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In China, Focus on Focus Media

As the No. 1 advertising company in China's fast-growing Internet, mobile, and poster/panel markets, Focus Media Holding (FMCN) will benefit greatly from the 2008 Summer Olympics. Right now, Focus' sales and profits are expanding at more than 50% annually. "We are confident Focus can keep growing that fast for the next two years at least," says Tian X. Hou of Pali Capital, which owns shares. She says its dominance in "out-of-home" advertising, including ads in elevators, supermarkets, and cell phones, has let Focus raise prices and expand rapidly, particularly in Web advertising. Shares of Focus doubled, from 33 at the end of 2006 to 66 this Nov. 6. Now at 57.48, the stock should hit 100 in 12 months, says Hou. That's about 35 times her 2009 earnings forecast of $2.83 a share. Focus' peers trade at a price-earnings ratio of 35. Hou's forecast for 2008 earnings is $2.06 a share, up from $1.51 in 2007. Focus earned 91 cents a share in 2006.

Part of its fast growth is due to acquisitions, and this "has allowed Focus to cast a wide net to control various ad markets," says Hou. Jason Brueschke of Citigroup (C), which has done banking for Focus, rates the stock a buy. He says the company's diversified platform of new media networks is well positioned to take advantage of China's exploding market. Focus, he adds, effectively has a monopoly in certain ad segments in China.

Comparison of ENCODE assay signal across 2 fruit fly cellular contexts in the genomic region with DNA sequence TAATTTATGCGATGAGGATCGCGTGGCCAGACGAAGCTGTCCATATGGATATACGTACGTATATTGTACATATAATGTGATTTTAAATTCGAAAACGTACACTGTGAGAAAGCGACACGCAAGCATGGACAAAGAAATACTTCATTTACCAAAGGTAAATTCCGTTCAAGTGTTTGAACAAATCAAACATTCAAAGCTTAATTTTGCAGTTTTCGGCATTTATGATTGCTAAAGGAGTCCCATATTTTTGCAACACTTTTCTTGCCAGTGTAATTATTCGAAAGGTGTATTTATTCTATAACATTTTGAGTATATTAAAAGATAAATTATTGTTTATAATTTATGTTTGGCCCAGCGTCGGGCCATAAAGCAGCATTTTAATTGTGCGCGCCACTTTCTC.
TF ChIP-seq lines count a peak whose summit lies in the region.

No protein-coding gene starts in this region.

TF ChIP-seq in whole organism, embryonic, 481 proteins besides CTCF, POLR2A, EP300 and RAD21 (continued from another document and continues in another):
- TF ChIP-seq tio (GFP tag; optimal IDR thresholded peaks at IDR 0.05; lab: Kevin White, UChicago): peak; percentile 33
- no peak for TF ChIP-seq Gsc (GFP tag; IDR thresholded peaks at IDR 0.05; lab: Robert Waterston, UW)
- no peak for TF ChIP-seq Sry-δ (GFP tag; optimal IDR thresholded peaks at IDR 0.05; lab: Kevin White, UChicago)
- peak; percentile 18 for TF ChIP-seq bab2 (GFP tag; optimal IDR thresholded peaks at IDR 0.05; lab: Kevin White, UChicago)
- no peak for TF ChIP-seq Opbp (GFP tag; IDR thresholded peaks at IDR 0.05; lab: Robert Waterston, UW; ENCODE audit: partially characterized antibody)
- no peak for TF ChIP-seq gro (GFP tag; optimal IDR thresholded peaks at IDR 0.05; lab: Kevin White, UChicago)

Note: Unless otherwise noted, neither the sources cited in Inside Wall Street nor their firms hold positions in the stocks under discussion. Similarly, they have no investment banking or other financial relationships with them.

RSC Is Ready to Rebuild

The imbroglio between United Rentals (URI) and Cerberus Capital Management, with Cerberus trying to cancel its bid for United, is boosting RSC Holdings (RRR), a small rival in the rental of heavy-construction and industrial gear. "We are gaining share while United is distracted," says RSC's CEO Erik Olsson. RSC has 5% of the market, up from 3%-4% last year. Nearly all RSC's work is nonresidential, but the subprime crisis battered its stock, down from 22 in July to 12.27 on Dec. 12. David Blaustein of UBS (UBS) upgraded RSC from neutral to buy on Dec. 10 to reflect, he says, the opportunity afforded by the drop. RSC could generate substantial cash flow in 2008-09, he adds. Joel Tiss of Lehman Brothers (LEH), who rates RSC overweight, sees it earning $1.46 a share in 2007 and $1.83 in 2008, up from $1.21 in 2006.

Note: Unless otherwise noted, neither the sources cited in Inside Wall Street nor their firms hold positions in the stocks under discussion. Similarly, they have no investment banking or other financial relationships with them.

Getting Pumped at Abiomed

Not many stocks have recovered from the drop following the subprime mess, but Abiomed (ABMD) has bounced back nearly to its 52-week high of 15. Abiomed makes sophisticated pumps that temporarily help the heart function after a serious cardiac injury, such as a heart attack. The stock has ramped up from 10 in August to 14.53 on Dec. 12 on buzz that the Food & Drug Administration within 12 months could approve Abiomed's chief product, called Impella. It's a miniature pump at the end of a catheter, designed to be inserted into the heart though blood vessels. By bolstering the heart's pumping power, the Impella helps it recover. Erick Schneider of UBS expects an FDA approval will drive up Abiomed's value. Amy Stevens of Susquehanna Financial Group, who has a "positive" rating, says Abiomed stock is worth as much as 19.

Note: Unless otherwise noted, neither the sources cited in Inside Wall Street nor their firms hold positions in the stocks under discussion. Similarly, they have no investment banking or other financial relationships with them.


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